English housebuilding 'could drop below 100,000'

Annual housing completions in England could fall below 100,000 for the first time since the nadir of the recession, industry experts warn today in a report.

The annual study reveals that only 110,000 homes were built across England in 2011 and that completions in the first quarter of 2012 were 18 per cent down on the level in the first three months of 2011.

"Our expectation is that this could lead to annual completions in 2012 falling below 100,000 for the first time since the height of the recession in 2009," it says.

Such a rate is well below that needed to hit English councils’ current target of providing 160,000 new homes a year and to meet the 185,000 annual total set out across England’s regional strategies, the report says.

Furthermore, in May, the government said that 232,000 households are being formed in England each year, it says.

The report is by a group of property experts led by consultancy Tristan Fitzgerald Associates and property adviser BNP Paribas Real Estate.

Last year’s report, which was published after the government had announced its intention to abolish nationally set housing targets, found that 37 per cent of England’s councils had not yet confirmed any new housing targets.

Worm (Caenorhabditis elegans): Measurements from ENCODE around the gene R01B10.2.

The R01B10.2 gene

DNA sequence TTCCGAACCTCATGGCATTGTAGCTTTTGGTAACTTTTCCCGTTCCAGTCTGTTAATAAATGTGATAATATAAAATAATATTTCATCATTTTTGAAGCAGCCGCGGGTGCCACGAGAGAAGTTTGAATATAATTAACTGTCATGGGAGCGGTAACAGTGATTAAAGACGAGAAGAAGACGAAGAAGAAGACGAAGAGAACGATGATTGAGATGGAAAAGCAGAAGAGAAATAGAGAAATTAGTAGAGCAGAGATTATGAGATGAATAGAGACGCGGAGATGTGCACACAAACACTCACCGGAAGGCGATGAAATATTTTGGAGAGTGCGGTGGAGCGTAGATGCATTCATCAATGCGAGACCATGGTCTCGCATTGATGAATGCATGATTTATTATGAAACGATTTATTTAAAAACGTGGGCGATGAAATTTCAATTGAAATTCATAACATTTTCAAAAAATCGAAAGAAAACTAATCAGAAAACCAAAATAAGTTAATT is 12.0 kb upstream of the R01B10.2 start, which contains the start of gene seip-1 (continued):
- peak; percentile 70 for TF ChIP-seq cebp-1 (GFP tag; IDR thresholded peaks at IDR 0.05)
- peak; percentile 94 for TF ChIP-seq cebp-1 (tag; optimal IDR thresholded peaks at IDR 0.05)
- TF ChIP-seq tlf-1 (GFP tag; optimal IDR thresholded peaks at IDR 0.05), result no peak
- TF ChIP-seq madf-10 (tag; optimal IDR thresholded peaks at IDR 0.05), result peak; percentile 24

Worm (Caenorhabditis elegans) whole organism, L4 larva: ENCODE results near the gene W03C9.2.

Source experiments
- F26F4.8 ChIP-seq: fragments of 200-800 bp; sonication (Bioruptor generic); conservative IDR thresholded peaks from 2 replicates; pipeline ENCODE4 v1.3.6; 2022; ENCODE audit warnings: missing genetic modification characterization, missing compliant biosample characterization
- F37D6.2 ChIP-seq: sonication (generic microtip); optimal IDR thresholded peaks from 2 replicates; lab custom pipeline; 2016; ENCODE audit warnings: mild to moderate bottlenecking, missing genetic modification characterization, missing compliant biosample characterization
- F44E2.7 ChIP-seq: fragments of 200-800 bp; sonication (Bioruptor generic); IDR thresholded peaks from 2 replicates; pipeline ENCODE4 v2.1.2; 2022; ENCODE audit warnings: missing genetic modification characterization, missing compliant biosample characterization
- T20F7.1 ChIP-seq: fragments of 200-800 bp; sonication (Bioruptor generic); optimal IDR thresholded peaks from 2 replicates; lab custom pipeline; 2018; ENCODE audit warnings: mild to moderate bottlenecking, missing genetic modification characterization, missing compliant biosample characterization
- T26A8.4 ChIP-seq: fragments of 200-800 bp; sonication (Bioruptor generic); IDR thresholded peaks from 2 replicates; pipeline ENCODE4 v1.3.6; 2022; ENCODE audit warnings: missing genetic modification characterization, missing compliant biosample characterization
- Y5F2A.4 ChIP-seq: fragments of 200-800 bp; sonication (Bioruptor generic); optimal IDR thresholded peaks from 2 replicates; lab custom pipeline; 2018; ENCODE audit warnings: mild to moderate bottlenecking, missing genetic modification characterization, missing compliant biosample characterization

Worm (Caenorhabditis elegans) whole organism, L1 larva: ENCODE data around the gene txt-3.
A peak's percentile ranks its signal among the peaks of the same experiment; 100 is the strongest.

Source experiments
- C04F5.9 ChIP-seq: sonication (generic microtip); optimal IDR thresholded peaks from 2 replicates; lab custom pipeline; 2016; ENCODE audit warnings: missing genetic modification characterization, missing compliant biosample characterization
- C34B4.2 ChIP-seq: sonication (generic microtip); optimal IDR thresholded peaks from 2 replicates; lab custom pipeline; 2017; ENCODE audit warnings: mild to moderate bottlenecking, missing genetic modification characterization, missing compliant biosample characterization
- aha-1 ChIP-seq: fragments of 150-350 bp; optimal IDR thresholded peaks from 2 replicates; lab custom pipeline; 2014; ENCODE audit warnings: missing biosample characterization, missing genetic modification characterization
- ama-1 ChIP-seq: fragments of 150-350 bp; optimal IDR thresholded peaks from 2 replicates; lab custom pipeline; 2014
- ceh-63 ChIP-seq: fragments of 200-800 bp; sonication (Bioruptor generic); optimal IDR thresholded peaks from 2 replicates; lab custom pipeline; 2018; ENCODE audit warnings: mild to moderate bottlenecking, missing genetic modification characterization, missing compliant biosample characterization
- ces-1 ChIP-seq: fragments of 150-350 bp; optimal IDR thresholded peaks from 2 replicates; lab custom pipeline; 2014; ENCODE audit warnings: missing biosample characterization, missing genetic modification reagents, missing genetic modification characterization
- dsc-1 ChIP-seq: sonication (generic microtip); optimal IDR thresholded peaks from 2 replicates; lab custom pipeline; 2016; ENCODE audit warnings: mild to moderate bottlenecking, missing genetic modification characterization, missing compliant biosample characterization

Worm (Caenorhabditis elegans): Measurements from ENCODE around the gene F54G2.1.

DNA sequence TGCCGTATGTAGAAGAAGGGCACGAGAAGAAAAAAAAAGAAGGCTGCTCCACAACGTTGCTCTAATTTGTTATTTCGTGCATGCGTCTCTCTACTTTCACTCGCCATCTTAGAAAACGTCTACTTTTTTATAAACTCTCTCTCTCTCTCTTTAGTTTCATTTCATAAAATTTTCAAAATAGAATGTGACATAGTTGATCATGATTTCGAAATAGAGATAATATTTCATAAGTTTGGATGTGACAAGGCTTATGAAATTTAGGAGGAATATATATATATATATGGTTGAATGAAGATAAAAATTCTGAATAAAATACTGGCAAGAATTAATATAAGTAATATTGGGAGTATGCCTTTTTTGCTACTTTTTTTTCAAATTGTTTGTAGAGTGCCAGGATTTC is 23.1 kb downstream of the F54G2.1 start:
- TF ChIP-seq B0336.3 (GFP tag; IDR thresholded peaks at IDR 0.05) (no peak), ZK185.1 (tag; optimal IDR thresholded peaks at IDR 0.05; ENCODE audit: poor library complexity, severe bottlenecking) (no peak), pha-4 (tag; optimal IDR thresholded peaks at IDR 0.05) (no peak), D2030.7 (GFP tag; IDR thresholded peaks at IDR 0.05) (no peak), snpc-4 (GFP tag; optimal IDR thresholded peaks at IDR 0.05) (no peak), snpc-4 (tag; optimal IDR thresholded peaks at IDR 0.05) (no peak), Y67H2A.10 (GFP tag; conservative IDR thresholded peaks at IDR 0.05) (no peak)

This year’s report reveals that nearly three-quarters of those councils have now set targets, equating to an average 19.5 per cent cut or a fall of 20,100 homes a year.

Dan Angell, account director at Tristan Fitzgerald Associates, said: "In order to keep the housing market alive, the government needs to introduce swift changes that will ensure that current housing targets are not only met, but also that they are not further reduced."

To boost housing delivery, the report recommends that cash for local infrastructure raised from developers using the Community Infrastructure Levy should be spent quickly on community facilities to help win approval from local residents to development.

It also calls for league tables of housing delivery against targets with penalties for councils that fail to meet their goals and for planning application fees to be increased provided the quality and speed of service is improved in return.

Housing the Nation can be viewed here.